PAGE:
Tilting at windmills
What's the meaning of the phrase 'Tilting at windmills'?
To 'tilt at windmills' is to attack imaginary enemies.
What's the origin of the phrase 'Tilting at windmills'?
Tilting is jousting. The expression 'tilting at windmills' derives from Cervantes' Don Quixote - first published in 1604, under the title The Ingenious Knight of La Mancha.
The novel recounts the exploits of would-be knight 'Don Quixote' and his loyal servant Sancho Panza
who propose to fight injustice through chivalry. It is considered one of the major literary masterpieces and remains a best seller in numerous translations.
In the book, which also gives us the adjective quixotic (striving for visionary ideals), the eponymous hero imagines himself to be fighting giants when he attacks windmills.
Just then they came in sight of thirty or forty windmills that rise from that plain. And no sooner did Don Quixote see them that he said to his squire, "Fortune is guiding our affairs better than we ourselves could have wished. Do you see over yonder, friend Sancho, thirty or forty hulking giants? I intend to do battle with them and slay them. With their spoils we shall begin to be rich for this is a righteous war and the removal of so foul a brood from off the face of the earth is a service God will bless."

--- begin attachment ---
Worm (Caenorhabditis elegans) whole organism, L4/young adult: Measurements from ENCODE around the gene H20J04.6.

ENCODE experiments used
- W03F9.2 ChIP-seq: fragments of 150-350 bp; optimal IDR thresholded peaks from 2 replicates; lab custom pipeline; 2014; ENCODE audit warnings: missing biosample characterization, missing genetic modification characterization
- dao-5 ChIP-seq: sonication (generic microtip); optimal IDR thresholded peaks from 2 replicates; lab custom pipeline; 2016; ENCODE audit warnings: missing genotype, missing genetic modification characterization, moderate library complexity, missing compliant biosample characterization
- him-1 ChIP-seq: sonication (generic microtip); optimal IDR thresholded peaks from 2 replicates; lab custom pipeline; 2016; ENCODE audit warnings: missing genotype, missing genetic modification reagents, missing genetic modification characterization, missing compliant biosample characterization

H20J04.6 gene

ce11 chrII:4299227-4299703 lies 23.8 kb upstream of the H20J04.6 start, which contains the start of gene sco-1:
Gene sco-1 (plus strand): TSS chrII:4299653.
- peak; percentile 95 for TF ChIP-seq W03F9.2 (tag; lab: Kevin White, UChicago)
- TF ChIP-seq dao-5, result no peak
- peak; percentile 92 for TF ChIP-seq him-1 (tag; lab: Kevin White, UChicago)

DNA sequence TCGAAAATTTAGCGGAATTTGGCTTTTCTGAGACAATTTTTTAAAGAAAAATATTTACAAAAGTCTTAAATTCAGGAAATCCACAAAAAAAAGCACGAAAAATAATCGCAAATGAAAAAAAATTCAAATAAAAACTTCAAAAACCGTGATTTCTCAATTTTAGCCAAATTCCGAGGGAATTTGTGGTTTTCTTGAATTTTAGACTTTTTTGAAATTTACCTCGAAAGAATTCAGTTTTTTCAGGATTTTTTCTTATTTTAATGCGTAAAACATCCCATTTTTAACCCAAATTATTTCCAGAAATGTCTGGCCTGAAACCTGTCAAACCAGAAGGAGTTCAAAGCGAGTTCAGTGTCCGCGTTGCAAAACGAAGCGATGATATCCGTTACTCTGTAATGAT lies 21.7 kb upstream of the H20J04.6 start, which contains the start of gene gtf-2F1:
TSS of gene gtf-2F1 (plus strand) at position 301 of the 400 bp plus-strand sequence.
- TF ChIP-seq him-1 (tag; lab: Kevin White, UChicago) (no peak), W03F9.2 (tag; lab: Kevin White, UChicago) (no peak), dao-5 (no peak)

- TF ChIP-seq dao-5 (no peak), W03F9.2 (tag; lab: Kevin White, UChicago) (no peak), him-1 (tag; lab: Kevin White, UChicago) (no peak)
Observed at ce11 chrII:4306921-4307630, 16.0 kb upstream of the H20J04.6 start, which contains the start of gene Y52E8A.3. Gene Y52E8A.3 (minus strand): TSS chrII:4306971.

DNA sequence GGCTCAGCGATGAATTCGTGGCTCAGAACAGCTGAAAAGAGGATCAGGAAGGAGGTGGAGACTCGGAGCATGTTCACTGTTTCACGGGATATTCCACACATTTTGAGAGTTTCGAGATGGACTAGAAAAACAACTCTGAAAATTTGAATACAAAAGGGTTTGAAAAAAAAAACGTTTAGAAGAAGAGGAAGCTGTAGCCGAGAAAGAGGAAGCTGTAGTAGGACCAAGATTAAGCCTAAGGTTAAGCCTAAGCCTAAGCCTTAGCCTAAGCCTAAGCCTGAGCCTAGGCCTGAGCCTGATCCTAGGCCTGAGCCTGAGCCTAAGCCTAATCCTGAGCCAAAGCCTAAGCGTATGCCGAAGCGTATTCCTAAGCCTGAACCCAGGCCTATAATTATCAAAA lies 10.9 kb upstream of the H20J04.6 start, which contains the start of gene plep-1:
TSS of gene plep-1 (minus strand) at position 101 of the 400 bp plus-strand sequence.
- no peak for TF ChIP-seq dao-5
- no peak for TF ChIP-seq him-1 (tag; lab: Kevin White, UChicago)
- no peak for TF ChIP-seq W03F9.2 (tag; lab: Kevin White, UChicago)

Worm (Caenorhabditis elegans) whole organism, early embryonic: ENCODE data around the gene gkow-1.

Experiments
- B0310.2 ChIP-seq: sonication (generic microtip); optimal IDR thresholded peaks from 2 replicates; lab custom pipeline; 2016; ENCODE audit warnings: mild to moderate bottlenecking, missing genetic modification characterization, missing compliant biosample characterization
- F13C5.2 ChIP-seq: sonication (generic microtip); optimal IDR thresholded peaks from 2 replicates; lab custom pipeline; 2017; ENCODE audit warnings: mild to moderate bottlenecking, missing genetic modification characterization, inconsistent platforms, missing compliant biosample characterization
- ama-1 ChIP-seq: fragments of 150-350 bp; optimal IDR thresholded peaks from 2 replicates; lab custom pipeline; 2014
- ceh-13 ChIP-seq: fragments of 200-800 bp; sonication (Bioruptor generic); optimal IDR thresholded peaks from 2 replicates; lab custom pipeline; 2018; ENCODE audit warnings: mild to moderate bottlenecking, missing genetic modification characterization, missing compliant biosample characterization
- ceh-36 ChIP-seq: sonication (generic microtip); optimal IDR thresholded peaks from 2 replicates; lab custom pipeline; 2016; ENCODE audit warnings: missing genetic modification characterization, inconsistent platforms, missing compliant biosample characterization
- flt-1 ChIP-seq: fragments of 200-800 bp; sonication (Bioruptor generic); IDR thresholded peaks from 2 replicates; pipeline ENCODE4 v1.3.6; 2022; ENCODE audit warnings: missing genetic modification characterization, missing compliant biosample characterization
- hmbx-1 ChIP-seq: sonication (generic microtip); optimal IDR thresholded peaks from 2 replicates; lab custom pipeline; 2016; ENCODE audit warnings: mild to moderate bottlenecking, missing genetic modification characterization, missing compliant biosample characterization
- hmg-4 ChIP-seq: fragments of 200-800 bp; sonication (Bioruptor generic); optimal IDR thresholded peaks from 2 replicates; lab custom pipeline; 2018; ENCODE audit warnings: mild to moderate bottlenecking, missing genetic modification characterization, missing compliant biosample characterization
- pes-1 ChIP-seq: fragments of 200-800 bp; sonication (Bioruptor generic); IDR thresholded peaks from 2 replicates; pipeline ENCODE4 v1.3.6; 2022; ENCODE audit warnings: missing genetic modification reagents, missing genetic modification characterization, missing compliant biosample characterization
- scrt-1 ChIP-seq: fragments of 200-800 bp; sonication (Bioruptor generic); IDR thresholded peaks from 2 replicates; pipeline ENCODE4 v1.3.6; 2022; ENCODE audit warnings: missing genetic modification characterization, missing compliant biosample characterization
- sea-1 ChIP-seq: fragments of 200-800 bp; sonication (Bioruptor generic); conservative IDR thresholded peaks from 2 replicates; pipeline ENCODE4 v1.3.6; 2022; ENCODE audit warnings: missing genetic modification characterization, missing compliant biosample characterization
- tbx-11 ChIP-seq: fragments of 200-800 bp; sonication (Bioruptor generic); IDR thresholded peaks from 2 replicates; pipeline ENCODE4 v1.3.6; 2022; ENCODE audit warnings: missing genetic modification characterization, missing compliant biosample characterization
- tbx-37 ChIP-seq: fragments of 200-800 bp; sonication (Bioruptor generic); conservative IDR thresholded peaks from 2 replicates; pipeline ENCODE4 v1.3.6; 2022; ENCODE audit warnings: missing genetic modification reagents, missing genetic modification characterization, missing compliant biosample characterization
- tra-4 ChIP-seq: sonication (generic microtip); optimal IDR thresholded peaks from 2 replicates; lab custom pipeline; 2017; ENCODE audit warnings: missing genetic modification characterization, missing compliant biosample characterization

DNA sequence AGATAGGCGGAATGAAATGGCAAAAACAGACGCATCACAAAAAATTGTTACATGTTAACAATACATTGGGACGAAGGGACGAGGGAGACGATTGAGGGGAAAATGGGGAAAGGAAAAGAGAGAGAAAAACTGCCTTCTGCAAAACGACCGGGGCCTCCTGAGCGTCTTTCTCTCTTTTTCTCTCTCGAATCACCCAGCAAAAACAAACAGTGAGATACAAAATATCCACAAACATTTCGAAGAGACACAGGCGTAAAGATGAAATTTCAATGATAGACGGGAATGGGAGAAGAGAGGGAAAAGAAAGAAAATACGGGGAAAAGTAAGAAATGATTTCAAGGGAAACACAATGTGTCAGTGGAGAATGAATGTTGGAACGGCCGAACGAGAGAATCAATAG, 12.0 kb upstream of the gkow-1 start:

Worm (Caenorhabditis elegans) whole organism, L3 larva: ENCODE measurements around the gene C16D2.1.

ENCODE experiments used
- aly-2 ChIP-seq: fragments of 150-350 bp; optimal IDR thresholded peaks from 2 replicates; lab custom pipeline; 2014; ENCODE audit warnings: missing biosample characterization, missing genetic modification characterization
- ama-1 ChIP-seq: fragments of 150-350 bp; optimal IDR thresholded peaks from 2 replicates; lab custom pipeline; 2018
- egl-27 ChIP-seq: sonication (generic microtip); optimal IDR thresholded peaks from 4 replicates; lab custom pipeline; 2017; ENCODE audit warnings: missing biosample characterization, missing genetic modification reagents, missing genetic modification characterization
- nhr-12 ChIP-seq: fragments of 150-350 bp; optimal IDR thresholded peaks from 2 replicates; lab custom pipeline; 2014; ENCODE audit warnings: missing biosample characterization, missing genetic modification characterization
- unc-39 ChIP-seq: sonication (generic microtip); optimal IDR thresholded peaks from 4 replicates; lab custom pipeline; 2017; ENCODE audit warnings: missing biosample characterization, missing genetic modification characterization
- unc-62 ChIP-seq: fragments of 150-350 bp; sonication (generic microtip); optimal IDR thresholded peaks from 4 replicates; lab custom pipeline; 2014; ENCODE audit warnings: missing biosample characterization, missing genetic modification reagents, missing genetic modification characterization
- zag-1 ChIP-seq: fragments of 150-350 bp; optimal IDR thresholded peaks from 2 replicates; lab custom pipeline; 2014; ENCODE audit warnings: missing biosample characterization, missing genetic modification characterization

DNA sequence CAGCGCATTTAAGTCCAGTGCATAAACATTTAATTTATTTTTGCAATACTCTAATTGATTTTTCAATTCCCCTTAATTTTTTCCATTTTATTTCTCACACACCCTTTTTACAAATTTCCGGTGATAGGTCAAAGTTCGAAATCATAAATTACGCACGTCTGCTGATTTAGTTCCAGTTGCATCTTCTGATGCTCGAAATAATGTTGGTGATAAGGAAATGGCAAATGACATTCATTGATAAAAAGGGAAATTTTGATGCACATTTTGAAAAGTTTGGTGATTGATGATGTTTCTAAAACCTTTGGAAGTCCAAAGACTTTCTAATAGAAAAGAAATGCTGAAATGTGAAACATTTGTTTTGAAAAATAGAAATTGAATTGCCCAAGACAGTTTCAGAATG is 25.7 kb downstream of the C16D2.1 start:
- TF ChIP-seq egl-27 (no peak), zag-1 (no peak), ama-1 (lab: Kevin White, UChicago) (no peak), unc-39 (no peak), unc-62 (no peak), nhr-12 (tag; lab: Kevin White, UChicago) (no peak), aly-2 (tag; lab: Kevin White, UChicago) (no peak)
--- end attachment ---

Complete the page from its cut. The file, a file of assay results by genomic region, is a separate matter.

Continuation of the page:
"What giants?" asked Sancho Panza.
"Those you see over there," replied his master, "with their long arms. Some of them have arms well nigh two leagues in length."
"Take care, sir," cried Sancho. "Those over there are not giants but windmills. Those things that seem to be their arms are sails which, when they are whirled around by the wind, turn the millstone."
Apart from in medieval re-enactments, we don't tilt in the sense of joust, any longer. These days 'tilting at windmills' refers to attacks of a less militaristic nature.
The first figurative references to tilting at windmills, that is one where no jousting took place, came in the 17th century. John Cleveland published The character of a London diurnall in 1644 (a diurnall was, as you might expect, part-way between a diary or journal):
"The Quixotes of this Age fight with the Wind-mills of their owne Heads."
The full form of the phrase isn't used until towards the end of the 19th century; for example, in The New York Times, April 1870:
"They [Western Republicans] have not thus far had sufficient of an organization behind them to make their opposition to the Committee's bill anything more than tilting at windmills."